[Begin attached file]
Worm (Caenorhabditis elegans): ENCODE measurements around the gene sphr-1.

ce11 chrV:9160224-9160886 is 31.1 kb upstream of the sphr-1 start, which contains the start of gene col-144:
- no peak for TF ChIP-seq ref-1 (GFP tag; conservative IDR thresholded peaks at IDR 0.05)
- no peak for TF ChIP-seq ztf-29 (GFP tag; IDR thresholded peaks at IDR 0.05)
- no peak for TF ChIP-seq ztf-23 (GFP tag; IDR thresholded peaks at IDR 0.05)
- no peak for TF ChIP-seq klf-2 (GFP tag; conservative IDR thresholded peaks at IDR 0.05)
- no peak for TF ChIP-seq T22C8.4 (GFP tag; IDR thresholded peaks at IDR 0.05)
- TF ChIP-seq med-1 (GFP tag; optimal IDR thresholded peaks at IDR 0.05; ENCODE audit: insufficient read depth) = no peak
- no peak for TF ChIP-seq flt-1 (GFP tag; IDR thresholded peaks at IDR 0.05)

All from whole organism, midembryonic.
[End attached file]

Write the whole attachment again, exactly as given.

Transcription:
Worm (Caenorhabditis elegans): ENCODE measurements around the gene sphr-1.

ce11 chrV:9160224-9160886 is 31.1 kb upstream of the sphr-1 start, which contains the start of gene col-144:
- no peak for TF ChIP-seq ref-1 (GFP tag; conservative IDR thresholded peaks at IDR 0.05)
- no peak for TF ChIP-seq ztf-29 (GFP tag; IDR thresholded peaks at IDR 0.05)
- no peak for TF ChIP-seq ztf-23 (GFP tag; IDR thresholded peaks at IDR 0.05)
- no peak for TF ChIP-seq klf-2 (GFP tag; conservative IDR thresholded peaks at IDR 0.05)
- no peak for TF ChIP-seq T22C8.4 (GFP tag; IDR thresholded peaks at IDR 0.05)
- TF ChIP-seq med-1 (GFP tag; optimal IDR thresholded peaks at IDR 0.05; ENCODE audit: insufficient read depth) = no peak
- no peak for TF ChIP-seq flt-1 (GFP tag; IDR thresholded peaks at IDR 0.05)

All from whole organism, midembryonic.